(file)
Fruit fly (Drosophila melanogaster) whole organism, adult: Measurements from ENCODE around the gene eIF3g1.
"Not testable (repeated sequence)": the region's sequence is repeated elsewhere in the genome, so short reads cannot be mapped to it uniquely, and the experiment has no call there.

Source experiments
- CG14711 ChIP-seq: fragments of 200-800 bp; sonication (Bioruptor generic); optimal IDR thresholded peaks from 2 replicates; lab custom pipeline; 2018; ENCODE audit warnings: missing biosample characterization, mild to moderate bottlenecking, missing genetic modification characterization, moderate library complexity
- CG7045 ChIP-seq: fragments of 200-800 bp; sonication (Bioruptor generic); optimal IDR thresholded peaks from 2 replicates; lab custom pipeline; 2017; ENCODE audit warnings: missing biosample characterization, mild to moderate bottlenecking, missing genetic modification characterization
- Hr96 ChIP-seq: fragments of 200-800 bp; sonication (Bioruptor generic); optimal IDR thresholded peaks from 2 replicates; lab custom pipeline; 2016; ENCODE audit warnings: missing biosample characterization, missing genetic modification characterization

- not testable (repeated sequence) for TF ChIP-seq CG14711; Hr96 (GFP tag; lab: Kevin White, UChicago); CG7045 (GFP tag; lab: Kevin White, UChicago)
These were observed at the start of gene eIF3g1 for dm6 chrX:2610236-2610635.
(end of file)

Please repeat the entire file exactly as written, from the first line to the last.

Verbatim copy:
Fruit fly (Drosophila melanogaster) whole organism, adult: Measurements from ENCODE around the gene eIF3g1.
"Not testable (repeated sequence)": the region's sequence is repeated elsewhere in the genome, so short reads cannot be mapped to it uniquely, and the experiment has no call there.

Source experiments
- CG14711 ChIP-seq: fragments of 200-800 bp; sonication (Bioruptor generic); optimal IDR thresholded peaks from 2 replicates; lab custom pipeline; 2018; ENCODE audit warnings: missing biosample characterization, mild to moderate bottlenecking, missing genetic modification characterization, moderate library complexity
- CG7045 ChIP-seq: fragments of 200-800 bp; sonication (Bioruptor generic); optimal IDR thresholded peaks from 2 replicates; lab custom pipeline; 2017; ENCODE audit warnings: missing biosample characterization, mild to moderate bottlenecking, missing genetic modification characterization
- Hr96 ChIP-seq: fragments of 200-800 bp; sonication (Bioruptor generic); optimal IDR thresholded peaks from 2 replicates; lab custom pipeline; 2016; ENCODE audit warnings: missing biosample characterization, missing genetic modification characterization

- not testable (repeated sequence) for TF ChIP-seq CG14711; Hr96 (GFP tag; lab: Kevin White, UChicago); CG7045 (GFP tag; lab: Kevin White, UChicago)
These were observed at the start of gene eIF3g1 for dm6 chrX:2610236-2610635.